private boolean additionalBusinessLogic() {
        // Do wonderful things.
      }
    }

Now in the Unit Test, set the homeDir to your test directory

public void testMainHomeExisting() {
    A a = new A;
    String home = "./testdata/";
    A.setHomeDir(home);
    String[] args = new String[]{home}; // hope this compiles otherwise fix it
    // no assert needed here, if test fails, an Exception is thrown
    A.main(args);
}

Now a test case for home not existing

public void testMainHomeNotExisting() {
    A a = new A;
    String home = "./notExistingFooBarFooFoo/";
    A.setHomeDir(home);
    String[] args = new String[]{home}; // hope this compiles otherwise fix it
    // no assert needed here, if test fails, an Exception is thrown
    try {
       A.main(args);
       // if code works the next line should not be reached:
       fail("Expected IllegalArgumentException");
    } catch (IllegalArgumentException ex) {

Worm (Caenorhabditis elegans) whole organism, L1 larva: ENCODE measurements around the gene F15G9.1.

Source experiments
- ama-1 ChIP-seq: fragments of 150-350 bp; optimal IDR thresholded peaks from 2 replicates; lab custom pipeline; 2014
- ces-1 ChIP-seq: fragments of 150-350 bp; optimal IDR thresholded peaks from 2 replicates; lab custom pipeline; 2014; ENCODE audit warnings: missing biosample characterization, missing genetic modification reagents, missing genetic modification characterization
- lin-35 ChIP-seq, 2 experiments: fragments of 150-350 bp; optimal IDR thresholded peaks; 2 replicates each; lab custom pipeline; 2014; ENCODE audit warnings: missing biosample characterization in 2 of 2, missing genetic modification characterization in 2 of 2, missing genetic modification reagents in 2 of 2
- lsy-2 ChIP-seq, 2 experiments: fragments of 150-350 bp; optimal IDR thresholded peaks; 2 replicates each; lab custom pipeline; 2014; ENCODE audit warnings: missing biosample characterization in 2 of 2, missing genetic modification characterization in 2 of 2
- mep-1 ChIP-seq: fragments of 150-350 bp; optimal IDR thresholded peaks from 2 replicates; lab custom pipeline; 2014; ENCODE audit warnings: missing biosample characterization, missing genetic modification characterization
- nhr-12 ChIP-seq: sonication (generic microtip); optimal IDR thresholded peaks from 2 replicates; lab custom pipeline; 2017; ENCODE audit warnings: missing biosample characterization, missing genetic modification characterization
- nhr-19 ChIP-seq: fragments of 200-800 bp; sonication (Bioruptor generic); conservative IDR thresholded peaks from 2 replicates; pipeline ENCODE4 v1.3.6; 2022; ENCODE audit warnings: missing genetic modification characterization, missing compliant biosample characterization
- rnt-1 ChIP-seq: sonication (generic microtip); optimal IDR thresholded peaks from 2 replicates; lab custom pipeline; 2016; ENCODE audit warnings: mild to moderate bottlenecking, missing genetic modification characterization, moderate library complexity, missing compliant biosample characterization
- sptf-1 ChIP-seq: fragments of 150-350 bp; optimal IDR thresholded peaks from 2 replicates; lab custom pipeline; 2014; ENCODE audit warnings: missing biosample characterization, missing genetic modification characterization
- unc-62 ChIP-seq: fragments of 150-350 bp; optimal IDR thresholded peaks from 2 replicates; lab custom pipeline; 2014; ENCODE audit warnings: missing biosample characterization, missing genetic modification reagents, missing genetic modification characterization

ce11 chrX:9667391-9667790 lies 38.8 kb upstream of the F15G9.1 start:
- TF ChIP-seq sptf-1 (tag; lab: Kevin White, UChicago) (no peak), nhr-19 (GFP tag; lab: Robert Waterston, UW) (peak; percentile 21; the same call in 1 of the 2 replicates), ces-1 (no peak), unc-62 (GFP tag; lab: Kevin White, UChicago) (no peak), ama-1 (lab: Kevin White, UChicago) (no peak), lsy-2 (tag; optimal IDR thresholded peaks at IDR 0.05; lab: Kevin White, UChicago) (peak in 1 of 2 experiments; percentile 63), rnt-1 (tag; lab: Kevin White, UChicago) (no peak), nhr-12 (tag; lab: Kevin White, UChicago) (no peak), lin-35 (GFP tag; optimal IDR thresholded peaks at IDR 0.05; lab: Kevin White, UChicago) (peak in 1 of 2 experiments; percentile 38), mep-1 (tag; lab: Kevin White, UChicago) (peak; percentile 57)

// as expected got IllegalArgumentException
    }
}
share|improve this answer
    
That's a very good point. I agree. That provides for better extensibility to my current code. Thanks –  JourneyMan Feb 13 '13 at 22:42

I would change the method you want to test...

  1. Remove the access modifier
  2. Pass in the File variable you need to be able to do your logic

boolean additionalBusinessLogic(File f)

This will allow a test class in the same package to invoke the method. If you leave it private, no other classes will be able to call it.

Once you can call the method you want to test, the test class is easy...

public class MyClassTest {
    @Test
    public void additionalBusinessLogic_shouldFoo_whenSomeCondition() {
        // setup
        A a = new A();
        File mockFile = mock(File.class);
        // other setup stuff

        // execute
        boolean result = a.additionalBusinessLogic(mockFile);

        // assert
        // verify whatever you need to
    }
}

For a good mocking framework, I would suggest Mockito.

share|improve this answer

I see no reason to call main.

When you're writing a unit test, you want them to be modular enough to call without relying too much on external methods - and what you can't call you can mock, using something like EasyMock, PowerMock or Mockito.

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Just make a Test for the core business method additionalBusinessLogic only. You don't need to call main.